May 16, 2006

Book Review - War for Civilization by Fisk

I've just finished a very excellent book - Robert Fisk's "The Great War for Civilization."

Robert Fisk is a foreign correspondent for the Independent. He's covered every war in the Middle East since the Soviet invasion of Afghanistan (remember that? remember when the mujjahadien were the "good guys"?) I first discovered his work in the lead up to the American invasion of Iraq, when I went online looking for hard news, without the patriotic b.s.

The "The Great War for Civilization." is a huge tome, 1200 pages. Fisk covers in depth Afghanistan, Iraq, Iran, the various Israeli-Palestinian negotiations, Algeria and more. The book ranges from vivid first person accounts of battles in the horrendous Iran-Iraq war to political analysis of the arms trade to the psychology of the suicide bomber to very good historical background on topics like the Armenian genocide and the effects of the Treaty of Sevres.

Fisk knows what's he's talking about - he's been there. And he's smart, literate and solidly grounded in the history and geography. It's impossible to write about politics, and especially the Middle East, without bias. So what's Fisk's bias? This quote from his introduction should tell you;

...Soldier and civilian, they died in their tens of thousands because death had been concocted for them, morality hitched like a halter round the warhorse so that we could talk about "target-rich environments" and "collateral damage' - that most infantile of attempts to shake off the crimes of killing - and report of victory parades, the tearing down of statues and the importance of peace.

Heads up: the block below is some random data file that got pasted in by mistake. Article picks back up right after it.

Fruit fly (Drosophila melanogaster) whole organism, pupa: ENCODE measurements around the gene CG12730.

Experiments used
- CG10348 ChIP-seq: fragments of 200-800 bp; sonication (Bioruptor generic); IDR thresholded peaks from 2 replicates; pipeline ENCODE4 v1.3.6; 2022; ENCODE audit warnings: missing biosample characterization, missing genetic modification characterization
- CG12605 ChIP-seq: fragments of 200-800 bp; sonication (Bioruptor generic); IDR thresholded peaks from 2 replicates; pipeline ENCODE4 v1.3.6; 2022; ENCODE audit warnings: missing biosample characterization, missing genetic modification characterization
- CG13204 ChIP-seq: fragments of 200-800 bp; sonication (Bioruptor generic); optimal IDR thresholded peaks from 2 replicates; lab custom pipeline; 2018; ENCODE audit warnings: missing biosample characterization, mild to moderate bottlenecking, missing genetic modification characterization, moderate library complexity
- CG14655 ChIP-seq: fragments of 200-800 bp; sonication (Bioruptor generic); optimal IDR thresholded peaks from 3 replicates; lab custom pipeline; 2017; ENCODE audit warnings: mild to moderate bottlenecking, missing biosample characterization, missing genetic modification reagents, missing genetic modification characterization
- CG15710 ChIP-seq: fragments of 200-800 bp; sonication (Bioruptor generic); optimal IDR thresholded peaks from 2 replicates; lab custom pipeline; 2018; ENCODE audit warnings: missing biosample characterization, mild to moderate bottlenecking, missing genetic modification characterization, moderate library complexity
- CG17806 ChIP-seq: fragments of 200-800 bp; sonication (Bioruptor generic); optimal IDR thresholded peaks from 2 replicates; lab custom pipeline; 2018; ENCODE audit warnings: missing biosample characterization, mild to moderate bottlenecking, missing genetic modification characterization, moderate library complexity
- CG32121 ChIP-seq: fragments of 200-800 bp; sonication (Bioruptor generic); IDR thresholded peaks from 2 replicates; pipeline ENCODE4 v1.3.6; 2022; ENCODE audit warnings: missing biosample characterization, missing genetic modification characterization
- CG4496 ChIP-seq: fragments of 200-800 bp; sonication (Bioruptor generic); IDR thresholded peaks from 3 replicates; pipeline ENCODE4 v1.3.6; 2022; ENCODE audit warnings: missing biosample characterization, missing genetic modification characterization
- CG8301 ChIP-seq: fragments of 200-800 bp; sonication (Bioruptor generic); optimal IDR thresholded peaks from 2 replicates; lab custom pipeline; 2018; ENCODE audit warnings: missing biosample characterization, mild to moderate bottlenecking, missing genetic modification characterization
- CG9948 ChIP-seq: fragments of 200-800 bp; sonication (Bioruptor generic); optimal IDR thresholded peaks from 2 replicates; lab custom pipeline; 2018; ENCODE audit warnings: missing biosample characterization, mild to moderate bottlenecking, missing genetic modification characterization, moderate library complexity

Governments like it that way. They want their people to see war as dramas of opposites, good and evil, "them" and "us", victory or defeat. But war is primarily not about victory or defeat but about death and the infliction of death. It represents the total failure of the human spirit...
Fisk is a biased writer - he's biased toward the common people who just want to live their lives peacefully, and he's biased against all posturing conquerors and rulers and especially against their hypocrisy and lies.

What's more, he's a damn good writer; a crisp vigorous prose of a kind that reminds me somewhat of Hemingway. If you want to get some good solid background on the Middle East and try to sort out the craziness, you couldn't find a better read. And I bet you'll enjoy it too.

1 comment:

E.M. said...

Yeah, Fisk and Monibot are about the only journalists who conduct original research (the former's at the Independent, the latter's at the Guardian most of the time). Much of their work deserves praise --and tends to receive it.

Sadly, they both sometimes fall prey to what Socrates said of tradesmen: those who know everything about something think they know something about everything. They do make comments and pass judgements on parts of the world that they don't know much about (in addition to their areas of expertise) and this errodes their credibility.

Chomsky's comments about Cambodia (viz., about which he knows nothing) similarly cast a shadow on most of the rest of his act.